The majors have ensured that SAG won’t be able to drag its heels in the next round of contract negotiations.

An unprecedented but little-noticed provision in SAG’s hard-fought new contract requires that the guild must initiate six weeks of negotiations on Oct. 1, 2010 — a full nine months prior to the expiration of its just-ratified feature-primetime contract.

That contrasts sharply with SAG’s start date last year, which was only 2½ months before its contract expired. And this requirement heightens the urgency of the guild’s fall elections for national board seats and officers because the regime that emerges from the September election will have barely a year to prepare its strategy and demands for the next contract.

Control of the SAG national board — which passed last fall from the hardline Membership First faction to a coalition of moderates — will be at stake in the elections, with the battle concentrated in Hollywood. President Alan Rosenberg announced last week he’s seeking a third two-year term, but with the filing deadline not until July 23, it’s uncertain who else may run.

Moderates James Cromwell and current national board member Adam Arkin indicated recently that they won’t seek the presidency.

The proviso also means that SAG may well be the first at the table with the majors next time out.

SAG and the Alliance of Motion Picture & Television Producers had no comment Thursday about the clause in the agreement. But it’s understood the congloms insisted earlier this spring on locking the guild into the negotiating period as a tradeoff for the concession they made in allowing SAG a two-year contract term this time around rather than the customary three-year term. That allowed SAG to stay in synch with the mid-2011 contract expiration of the DGA and WGA.

The WGA’s contract will be the first to expire on May 1, 2011, while the DGA, SAG and AFTRA will all see June 30, 2011, expirations. None of the other unions commented Thursday.

During the previous round of negotiations, the WGA and the AMPTP’s negotiations began in mid-July 2007 and got nowhere fast as the congloms demanded a revamp of residual payments — an incendiary tactic that led to the WGA securing a strike authorization by the time the companies pulled that proposal off the table. Two months into the subsequent strike, the DGA worked out a deal with a new-media template that the WGA agreed to in February 2008 at the end of its strike, followed by AFTRA in July 2008 and SAG last week.

A few days after the WGA strike ended, George Clooney, Robert De Niro, Tom Hanks and Meryl Streep urged SAG to start negotiations as soon as possible, but SAG didn’t hold its first negotiation with the AMPTP until mid-April 2008 — only 2½ months before its contract expired. It didn’t reach a tentative deal until a year later.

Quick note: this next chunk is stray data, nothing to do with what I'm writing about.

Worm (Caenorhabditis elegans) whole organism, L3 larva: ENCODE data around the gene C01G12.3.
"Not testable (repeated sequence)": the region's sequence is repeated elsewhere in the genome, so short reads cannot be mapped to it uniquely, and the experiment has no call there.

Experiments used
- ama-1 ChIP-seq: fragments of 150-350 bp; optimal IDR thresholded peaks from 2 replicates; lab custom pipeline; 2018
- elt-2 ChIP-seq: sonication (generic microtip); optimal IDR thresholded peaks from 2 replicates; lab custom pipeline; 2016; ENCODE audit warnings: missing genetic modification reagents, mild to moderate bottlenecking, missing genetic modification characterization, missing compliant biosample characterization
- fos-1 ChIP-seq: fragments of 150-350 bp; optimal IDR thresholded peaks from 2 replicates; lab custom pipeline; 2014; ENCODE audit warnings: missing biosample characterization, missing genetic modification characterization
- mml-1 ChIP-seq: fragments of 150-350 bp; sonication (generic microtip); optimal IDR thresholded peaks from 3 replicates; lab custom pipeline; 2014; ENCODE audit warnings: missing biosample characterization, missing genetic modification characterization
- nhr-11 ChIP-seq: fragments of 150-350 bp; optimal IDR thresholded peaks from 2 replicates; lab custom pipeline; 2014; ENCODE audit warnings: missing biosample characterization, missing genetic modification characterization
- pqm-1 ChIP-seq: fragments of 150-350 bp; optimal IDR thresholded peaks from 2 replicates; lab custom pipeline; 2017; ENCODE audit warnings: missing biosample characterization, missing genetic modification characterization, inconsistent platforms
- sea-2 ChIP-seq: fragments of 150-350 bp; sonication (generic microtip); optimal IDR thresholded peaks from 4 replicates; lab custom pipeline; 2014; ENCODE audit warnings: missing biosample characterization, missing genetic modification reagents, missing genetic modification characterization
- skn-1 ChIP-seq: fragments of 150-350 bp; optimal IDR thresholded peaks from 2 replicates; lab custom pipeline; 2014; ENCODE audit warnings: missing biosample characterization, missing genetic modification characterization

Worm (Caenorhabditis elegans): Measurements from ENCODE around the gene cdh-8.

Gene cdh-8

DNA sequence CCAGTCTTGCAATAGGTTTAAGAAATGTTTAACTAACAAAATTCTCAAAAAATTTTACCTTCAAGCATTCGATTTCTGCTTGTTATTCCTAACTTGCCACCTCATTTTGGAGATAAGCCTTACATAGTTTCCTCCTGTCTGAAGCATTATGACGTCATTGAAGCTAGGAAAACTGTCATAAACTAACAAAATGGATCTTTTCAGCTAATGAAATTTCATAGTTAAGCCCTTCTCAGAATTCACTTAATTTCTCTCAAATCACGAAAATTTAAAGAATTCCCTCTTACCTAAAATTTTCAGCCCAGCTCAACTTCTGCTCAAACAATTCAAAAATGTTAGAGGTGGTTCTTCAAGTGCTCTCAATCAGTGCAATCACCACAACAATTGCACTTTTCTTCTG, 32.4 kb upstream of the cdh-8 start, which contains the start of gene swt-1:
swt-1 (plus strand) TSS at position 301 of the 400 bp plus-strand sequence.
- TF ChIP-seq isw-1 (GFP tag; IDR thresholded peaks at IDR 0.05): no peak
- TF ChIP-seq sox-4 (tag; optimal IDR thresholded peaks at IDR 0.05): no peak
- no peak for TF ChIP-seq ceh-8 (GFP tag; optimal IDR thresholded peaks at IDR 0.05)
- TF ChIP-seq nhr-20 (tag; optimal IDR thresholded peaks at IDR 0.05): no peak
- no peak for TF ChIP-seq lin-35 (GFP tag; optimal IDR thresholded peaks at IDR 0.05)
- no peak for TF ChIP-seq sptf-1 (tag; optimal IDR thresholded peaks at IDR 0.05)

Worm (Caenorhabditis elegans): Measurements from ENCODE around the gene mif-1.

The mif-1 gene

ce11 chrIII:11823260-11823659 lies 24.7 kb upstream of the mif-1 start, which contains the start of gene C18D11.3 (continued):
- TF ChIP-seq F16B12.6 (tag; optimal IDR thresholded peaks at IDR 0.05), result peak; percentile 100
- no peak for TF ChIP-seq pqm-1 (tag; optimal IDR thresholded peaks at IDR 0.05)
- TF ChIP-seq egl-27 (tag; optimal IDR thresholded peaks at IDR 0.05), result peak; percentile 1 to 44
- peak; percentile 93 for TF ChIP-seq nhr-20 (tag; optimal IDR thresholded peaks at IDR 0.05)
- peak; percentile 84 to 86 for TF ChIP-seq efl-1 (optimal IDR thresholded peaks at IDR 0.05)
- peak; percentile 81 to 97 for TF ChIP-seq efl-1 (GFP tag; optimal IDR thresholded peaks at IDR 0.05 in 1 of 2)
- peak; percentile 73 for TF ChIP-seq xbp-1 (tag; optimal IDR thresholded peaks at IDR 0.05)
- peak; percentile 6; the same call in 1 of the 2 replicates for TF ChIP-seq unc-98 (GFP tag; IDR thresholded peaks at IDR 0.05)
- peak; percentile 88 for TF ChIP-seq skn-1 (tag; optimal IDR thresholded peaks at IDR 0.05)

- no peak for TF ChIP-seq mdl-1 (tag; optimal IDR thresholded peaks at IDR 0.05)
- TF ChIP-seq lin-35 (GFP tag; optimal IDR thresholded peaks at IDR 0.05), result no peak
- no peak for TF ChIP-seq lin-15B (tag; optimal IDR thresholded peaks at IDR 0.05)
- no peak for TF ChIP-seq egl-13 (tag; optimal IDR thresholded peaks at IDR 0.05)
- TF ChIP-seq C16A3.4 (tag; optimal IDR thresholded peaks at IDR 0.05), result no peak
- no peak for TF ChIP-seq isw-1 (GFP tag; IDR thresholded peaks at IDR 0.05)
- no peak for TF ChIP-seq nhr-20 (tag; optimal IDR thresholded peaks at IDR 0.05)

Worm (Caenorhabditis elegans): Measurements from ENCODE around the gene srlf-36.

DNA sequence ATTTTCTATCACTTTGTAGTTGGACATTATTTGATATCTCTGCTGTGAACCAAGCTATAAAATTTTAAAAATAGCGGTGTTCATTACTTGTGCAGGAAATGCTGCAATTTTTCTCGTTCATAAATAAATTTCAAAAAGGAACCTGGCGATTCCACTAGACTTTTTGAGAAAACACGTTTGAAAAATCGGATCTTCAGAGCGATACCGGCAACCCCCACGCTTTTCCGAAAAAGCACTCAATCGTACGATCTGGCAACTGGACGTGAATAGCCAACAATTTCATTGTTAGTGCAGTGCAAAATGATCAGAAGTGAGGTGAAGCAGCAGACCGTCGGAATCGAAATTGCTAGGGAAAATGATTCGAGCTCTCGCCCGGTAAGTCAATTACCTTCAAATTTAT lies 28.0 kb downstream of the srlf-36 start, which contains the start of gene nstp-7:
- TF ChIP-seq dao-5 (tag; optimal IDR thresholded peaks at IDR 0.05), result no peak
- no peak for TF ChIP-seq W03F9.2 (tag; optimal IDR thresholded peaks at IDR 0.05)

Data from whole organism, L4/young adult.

It’s still unclear whether SAG will negotiate jointly with AFTRA, which angrily split from SAG in March 2008 in a culmination of years of infighting over TV jurisdiction. Although AFTRA started its talks with the AMPTP a few weeks after SAG, it wrapped a deal in late May 2008 and its members ratified the deal over SAG’s strident objections.

AFTRA has signed the lion’s share of primetime pilots since negotiating separately from SAG — a development that’s certain to be an issue during the upcoming elections.

The proviso locking in SAG to a negotiating period in 2010 emerged in a slightly different form during three days of talks in February after SAG’s national board fired national exec director Doug Allen for failing to reach a deal. During those talks, the congloms insisted on a three-year term for SAG that would have expired in 2012 but also proposed that SAG could synch its date up with AFTRA’s expiration if it would agreed to early talks in the next round.

The guild’s negotiating team, headed by interim national exec director David White and chief negotiator John McGuire, would not concede the point, and SAG needed two more months to reach a deal.

But exactly when SAG’s next round of talks would start never became an issue during the subsequent ratification campaign. Opponents of the deal, led by Rosenberg, focused on blasting the new-media provisions of the deal.

White and Rosenberg both said last week they would reach out to the other unions to begin prepping for the next round of talks, but nothing formal’s been announced since then.

The language in SAG’s agreement specifies that both sides “commence negotiations for successor agreements to the agreements beginning no later than Oct. 1, 2010, and continuing through Nov. 15, 2010. It is understood and agreed that neither party shall be obligated to reach an agreement during said time period; however, all parties agree to conduct such negotiations in good faith with the intent of reaching agreement.”

Membership First posted a countdown counter on its website Thursday, noting that there were 469 days until negotiations start.

And SAG first VP Anne-Marie Johnson indicated in a post on the Membership First site that members should provide the guild with info about how the new deal is getting implemented. She noted that toppers told the national board in April that if the contract was ratified, SAG will more than likely be in first position for the upcoming negotiations in 2011.

“If that is indeed the case, it is imperative that SAG rely on the information provided by our members, not from the AMPTP, whose intention is certainly not to assist SAG in securing stronger contracts, if we are to be thoroughly prepared based on the sunset clause, to start from scratch in the area of new media and to improve or regain in areas we may have lost ground,” Johnson added.